Apartheid happened, separate development, the Land Act — all facts not speculative conjecture, as our courts have deemed fit under the Cheadle Doctrine, while slipping into a void of  fantasy and fable. Apartheid denial is the very essence of a decision handed down by the labour court in 2010, in which I myself am the complainant.

Where jokes have abounded that ‘the rule of law so frequently turns into the law of rules’, I merely have to cite my own sad experience with a rotten system to observe that the law has failed us all miserably.

published in part, in Star & Daily News 12/9/2019

Rethinking the Courtroom

Justice for Neil Aggett

TIMES LIVE reports that justice minister Ronald Lamola apparently wants the deaths of anti-apartheid activists Neil Aggett and Hoosen Haffejee to be re-investigated. Only time can tell if he is serious this time.

Lamola announced on Friday, according to the online daily, that he had requested the judges president of the Gauteng and KwaZulu-Natal divisions of the high court to each designate a judge to reopen the inquests in relation to the deaths in detention of the activists.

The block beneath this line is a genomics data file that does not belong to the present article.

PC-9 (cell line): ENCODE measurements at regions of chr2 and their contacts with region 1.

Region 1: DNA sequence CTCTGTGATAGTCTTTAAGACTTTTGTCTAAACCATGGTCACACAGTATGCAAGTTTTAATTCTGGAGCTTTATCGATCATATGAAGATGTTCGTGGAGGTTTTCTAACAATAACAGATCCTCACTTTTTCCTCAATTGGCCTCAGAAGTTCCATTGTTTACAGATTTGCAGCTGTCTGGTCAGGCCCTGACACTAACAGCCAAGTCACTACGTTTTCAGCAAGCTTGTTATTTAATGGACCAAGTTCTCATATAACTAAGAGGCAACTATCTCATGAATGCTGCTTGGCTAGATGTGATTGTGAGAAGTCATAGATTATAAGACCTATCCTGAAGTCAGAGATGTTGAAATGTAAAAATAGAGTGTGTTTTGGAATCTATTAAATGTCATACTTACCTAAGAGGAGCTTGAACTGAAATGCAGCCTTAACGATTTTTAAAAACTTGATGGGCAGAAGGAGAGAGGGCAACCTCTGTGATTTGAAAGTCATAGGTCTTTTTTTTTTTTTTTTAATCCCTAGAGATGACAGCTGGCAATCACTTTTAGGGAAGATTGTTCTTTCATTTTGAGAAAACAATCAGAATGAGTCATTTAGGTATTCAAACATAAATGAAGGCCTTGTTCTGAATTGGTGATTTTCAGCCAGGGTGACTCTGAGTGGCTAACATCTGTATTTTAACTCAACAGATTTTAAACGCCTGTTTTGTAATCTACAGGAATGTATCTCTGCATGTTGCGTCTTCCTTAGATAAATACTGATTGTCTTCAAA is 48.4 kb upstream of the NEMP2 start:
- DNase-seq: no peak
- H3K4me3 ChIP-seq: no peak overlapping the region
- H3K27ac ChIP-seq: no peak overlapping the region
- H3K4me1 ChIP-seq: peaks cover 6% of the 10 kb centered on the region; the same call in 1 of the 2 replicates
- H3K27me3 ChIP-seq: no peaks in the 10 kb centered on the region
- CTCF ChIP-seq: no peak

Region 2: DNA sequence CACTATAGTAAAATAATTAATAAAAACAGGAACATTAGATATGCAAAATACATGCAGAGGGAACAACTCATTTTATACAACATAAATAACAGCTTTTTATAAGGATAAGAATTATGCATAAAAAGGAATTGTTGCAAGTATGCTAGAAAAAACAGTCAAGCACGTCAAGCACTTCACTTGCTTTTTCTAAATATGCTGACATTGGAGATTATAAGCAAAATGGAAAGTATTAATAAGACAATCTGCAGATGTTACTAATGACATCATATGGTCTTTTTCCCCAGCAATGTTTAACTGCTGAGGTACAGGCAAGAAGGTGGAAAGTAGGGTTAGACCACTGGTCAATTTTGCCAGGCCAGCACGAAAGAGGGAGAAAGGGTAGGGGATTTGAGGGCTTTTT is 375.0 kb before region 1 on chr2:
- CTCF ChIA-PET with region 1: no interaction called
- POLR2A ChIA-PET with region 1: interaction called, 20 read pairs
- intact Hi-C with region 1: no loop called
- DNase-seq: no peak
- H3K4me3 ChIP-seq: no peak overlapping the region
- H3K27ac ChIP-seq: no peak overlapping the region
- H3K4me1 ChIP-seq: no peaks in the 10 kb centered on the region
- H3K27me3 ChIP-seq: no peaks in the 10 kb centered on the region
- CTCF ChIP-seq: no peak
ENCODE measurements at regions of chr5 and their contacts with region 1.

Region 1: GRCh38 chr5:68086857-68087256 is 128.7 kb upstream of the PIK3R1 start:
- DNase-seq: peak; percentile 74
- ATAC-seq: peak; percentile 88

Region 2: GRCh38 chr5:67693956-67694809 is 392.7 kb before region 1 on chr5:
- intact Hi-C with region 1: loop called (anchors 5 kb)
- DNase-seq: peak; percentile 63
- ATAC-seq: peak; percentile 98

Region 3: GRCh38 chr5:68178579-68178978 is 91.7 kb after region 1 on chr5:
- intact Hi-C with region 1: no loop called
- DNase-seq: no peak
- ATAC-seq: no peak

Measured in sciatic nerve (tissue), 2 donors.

The justice department is reported to have said Lamola’s decision was in terms of Section 17(A) of the Inquest Act of 1959 and follows an application by the National Prosecuting Authority (NPA) for the reopening of the inquests.

Readers may remember that Aggett was a doctor who died in detention in Johannesburg in 1982, aged 28. The inquest into his death held that no one was to blame. Yet another reason not to trust the apartheid-era justice system.

READ MORE HERE